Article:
Julita Wójcik: Wavy Block


Project was realized at a time when Polish architecture suffered from a full-scale superiority complex.

Thursday 31 May, 7:00 pm — Friday 31 August 2012

Platan Gallery

Budapest, VI. Andrássy út 32.

Julita Wójcik: Wavy Block

(...) project was realized at a time when Polish architecture suffered from a full-scale superiority complex. In many Polish cities (Gdańsk, Warsaw, Katowice, Wrocław), so called super-units were erected, providing more than 1,000 dwelling units. One of the largest super-unit projects was Przymorze, a post-war neighborhood in Gdańsk (firts designed 1959). The main author of the final layout was Tadeusz Różański (in association with Danuta Olędzka and Janusz Morek). The basic spatial concept was determined by rhythm of seven parallel, eleven-floor balcony-access building. They became known as ‘wavy blocks’ (falowce), as the different sections of the building were organized at a 165-degree angle to each other and the whole building was designed on an arc plan. The idea of an elongated shape had been inspired by an intention to harmonize the blocks with the  surrounding landscape – the seashore on the one side, and moraine hills on the other. The longest of the ‘wavy blocks’, build 1970-73 at Obrońców Wybrzeża St. 4/6/8/10, is at 800 meters, also one of the longest buildings in Europe. It comprises eleven floors and several large segments and can house some 6,000 occupants, with all kinds of services – hairdresser, bakery, groceries, laundry – located on the ground floor. Thus the ‘wavy block’ is a later variation of Le Corbusier’s housing schemes of the 1950s and 1960s. In 2006, in an exhibition called With Hope and Impatience (Z nadzieją i niecierpliwością) at Warsaw’s Kordegarda Gallery, Julita Wójcik, an artist known for her interest in domestic skills, presented the results of several months of crocheting during the longer winter of 2005-06 – a knitted model of the wavy block at Obrońców Wybrzeża. ‘She used several kilograms of white and pink crewel bought from a haberdasher’s store located at Obrońców Wybrzeża 4D. The unity of place and material was retained. The knitwear architectural form is exhibited on a wooden plinth-table designed by the artist that follows the curvature of the ‘wavy block’’, wrote the show’s curator Magda Kardasz. Also on display was a knitted model of the block at Mściwoja St. 4/6 in Gdynia, where the artist spent her childhood and early youth. The world of modern architecture serves as an important source of inspiration for many Polish artists. Inspiration, however, does not mean affirmation, and artists often engage in criticism of architecture as an everyday environment, or introduce an element of irony, playing with scale, surprising material illusions, as in the case of Julita Wójcik, who reworks the concrete legacy into a knitted form, as if commenting ironically on the monumentality of architecture. Artists have also called into question the seriousness of political metaphors. (...) When viewing the works of many contemporary artists who have no specific architectural background, one cannot resist the impression that it is contemporary art in the first place rather than a form of architecture asking fundamental guestions about how space is represented and inhabited today.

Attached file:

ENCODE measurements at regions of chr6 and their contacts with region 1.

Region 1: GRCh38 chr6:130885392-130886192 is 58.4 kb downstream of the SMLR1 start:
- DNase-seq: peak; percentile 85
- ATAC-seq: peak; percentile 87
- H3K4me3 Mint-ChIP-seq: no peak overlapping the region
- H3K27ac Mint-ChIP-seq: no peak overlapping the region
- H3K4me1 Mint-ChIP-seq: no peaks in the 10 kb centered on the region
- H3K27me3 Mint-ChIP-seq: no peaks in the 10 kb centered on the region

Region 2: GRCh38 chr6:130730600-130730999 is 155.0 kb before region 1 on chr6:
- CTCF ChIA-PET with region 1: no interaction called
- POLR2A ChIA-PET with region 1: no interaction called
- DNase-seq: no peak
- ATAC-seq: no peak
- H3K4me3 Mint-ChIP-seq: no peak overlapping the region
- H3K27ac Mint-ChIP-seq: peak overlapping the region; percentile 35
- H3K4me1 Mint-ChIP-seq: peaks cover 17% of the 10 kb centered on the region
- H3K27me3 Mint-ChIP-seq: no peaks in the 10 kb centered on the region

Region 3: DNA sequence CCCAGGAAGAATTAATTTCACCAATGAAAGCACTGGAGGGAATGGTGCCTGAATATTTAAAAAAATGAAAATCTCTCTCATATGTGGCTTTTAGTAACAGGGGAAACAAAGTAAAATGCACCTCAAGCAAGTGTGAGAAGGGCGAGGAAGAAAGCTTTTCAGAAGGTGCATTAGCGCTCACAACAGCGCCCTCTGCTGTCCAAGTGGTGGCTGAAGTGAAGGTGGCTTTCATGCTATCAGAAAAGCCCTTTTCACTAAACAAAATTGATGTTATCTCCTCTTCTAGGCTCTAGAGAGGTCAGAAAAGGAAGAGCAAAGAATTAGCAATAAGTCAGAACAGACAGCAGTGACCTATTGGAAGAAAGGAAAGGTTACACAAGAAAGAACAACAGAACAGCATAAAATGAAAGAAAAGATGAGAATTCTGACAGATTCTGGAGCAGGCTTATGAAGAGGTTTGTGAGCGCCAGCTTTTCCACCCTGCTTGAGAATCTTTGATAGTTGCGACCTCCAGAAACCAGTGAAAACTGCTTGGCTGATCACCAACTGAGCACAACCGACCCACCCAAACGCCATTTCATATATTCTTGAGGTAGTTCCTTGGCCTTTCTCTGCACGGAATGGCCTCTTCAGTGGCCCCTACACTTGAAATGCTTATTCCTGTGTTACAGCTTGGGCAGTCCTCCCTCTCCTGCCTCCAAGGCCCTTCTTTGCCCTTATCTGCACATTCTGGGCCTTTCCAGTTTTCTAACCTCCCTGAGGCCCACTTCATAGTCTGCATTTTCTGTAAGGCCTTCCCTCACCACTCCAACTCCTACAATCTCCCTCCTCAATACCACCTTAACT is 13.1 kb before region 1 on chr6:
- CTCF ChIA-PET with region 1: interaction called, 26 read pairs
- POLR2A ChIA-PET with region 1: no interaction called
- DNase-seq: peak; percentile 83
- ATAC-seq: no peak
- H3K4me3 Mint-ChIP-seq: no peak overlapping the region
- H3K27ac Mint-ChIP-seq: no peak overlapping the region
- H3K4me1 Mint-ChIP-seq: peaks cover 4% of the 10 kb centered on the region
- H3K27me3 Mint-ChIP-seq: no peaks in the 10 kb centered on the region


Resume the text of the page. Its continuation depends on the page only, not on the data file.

(Excerpt from the catalogue of the exhibition The Power of Fantasy in BOZAR Brussels 2011, text Micromegas, or Playing with Architecture in Contemporary Polish Art by Gabriela Świtek)

Julita Wójcik (1971) is a performer and an initiator of artistic actions. She is probably best known internationally as 'chronicler of the provincial home aesthetics’. Referring to everyday activities in her works, she blurs divisions between reality and art. Her performances are coloured by small actions, such as peeling potatoes in a gallery room (Peeling Potatoes 2001) or lecturing about abstract art notions to cows in the field (Unistic Landscape 2007), while her sculptures and wall pieces depicting communist era prefab buildings are also the product of a supposedly feminine activity: crocheting. Crocheting, sweeping up, cultivating a small vegetable garden, or setting up water holes in public places, building bird tables or flying kites are hardly activities one would think of as art, being more of everyday-life experiences, somewhat characteristic for a bygone era that is slowly falling into oblivion. The simple activities acquire a deeper meaning only when placed in an artistic context which, on the one hand, elevates them, and, on the other, strips art of its elitist quality. Demonstrating how art can negotiate with reality on an equal footing. Blurring the borders between what is agricultural/rural, artistic/idealistic and everyday/mundane, Wójcik offers an often humorous view of the human condition.

Opening of the exhibition: on Thursday, 31 May 2012 at 7 p.m.

Opening speech by Samu Szemerey, architect